It’s usually a very exciting time in a parent’s life to learn of a child’s engagement. Rest assured that before the news has a chance to set in, focus will quickly turn towards planning for the wedding. Here are some things for parents (and the happy couple) to think about before the “Big Day”.
- Wedding Budget - Regardless of who is paying for the wedding, starting with a budget and planning backwards will help keep costs in line. The average cost of a wedding in 2018 was approximately $34,0001. Choosing a wedding planner is one way to potentially save time and money. An experienced wedding planner can navigate details of the event planning and provide valuable advice to stay on budget. The added cost for a wedding planner can pay for itself with potential savings they might negotiate through relationships with vendors or unnecessary expenditures they can help you avoid.
- Personal Experience - Sharing personal experiences from your own wedding may help ease the anxiety a child might be feeling about their wedding. Advice on buying home or managing household expenses can be a valuable resource to a newly engaged couple who might have these things top of mind. Especially coming from a family member with who they have a close relationship.
- Creating A Financial Union - Our personal perspectives on money and finance are shaped by how we were raised for the most part. Couples need to be careful about carrying their past financial experiences to the new “household”, but focus on creating a shared philosophy about money. To create a more harmonious financial “union”, couples should consider discussing these topics in advance:
- Shared Financial Goals: Do they want to own a home? Have children? What are their feelings about public vs. private school?
- Attitudes About Money: What will their “family” philosophy be about money? How did their parents handle it?
- What Debts Are They Carrying: How will the couple manage this debt? It’s best at this time to lay all cards on the table and devise a plan if debt needs to be paid off.
- What Will Each Partner’s Role Be? Deciding who is going to the pay the bills and what accounts they will be paid out of is part of managing your finances jointly as a couple. While it sounds simple, this can be a challenge for those couples that had previously managed these things separately or are doing it for the first time. Also, don’t forget to let your creditors know of any name or address changes.
- Where to live: Should we stay close to family? Does it make sense to buy or rent a home?
- Setting Up A Household Budget - Couples starting out might find it helpful to draft a household budget. If they decide to co-mingle income and expenses, their financial picture will look different than it did when they were single. Tracking your expenses is the first step in creating a household budget. Start by listing housing expenses which might include a mortgage payment or rent, insurance, property taxes, utilities and repairs and maintenance. As a general rule of thumb, these should account for no more than 40% or gross income. From there, start listing other expenses such as food, clothing, transportation, entertainment etc. Left over money can be used to fund some of your short or long-term savings goals.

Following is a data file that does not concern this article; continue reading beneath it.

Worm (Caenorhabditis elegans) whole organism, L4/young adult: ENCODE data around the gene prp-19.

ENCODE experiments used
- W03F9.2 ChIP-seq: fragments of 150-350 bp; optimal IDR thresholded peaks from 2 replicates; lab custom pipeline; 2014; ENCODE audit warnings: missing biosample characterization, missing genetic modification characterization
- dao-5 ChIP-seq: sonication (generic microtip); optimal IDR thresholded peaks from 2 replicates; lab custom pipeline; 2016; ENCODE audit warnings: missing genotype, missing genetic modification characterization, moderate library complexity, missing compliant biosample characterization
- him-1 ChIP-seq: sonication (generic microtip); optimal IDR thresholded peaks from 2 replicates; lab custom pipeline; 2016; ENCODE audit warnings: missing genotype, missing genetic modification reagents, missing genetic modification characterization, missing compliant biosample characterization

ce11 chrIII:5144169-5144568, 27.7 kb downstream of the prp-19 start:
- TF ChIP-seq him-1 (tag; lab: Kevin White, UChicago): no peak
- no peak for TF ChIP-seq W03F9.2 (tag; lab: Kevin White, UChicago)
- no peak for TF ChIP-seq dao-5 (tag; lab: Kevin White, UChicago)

- Tax Filing Status - Make a decision on what status to file state and federal tax returns under. Most will choose married filing jointly but there are some instances where married filing separately might save you money on taxes. For example, a spouse that has incurred large medical expenses or property damages might benefit more under a married filing separately election.
Getting married is a major life event for not only the newlyweds, but their families as well. Parents play and important role providing support and guidance during a time that can be overwhelming and filled with sudden changes. It’s a special moment to see your child starting this new chapter in their life. Enjoy the experience!
1 www.nerdwallet.com “How Much Does a Wedding Cost?”
The opinions voiced in this material are for general information only and are not intended to provide specific advice or recommendations to any individual. This information is not intended to be a substitute for specific individualized tax advice. We suggest that you discuss your specific tax issues with a qualified tax advisor.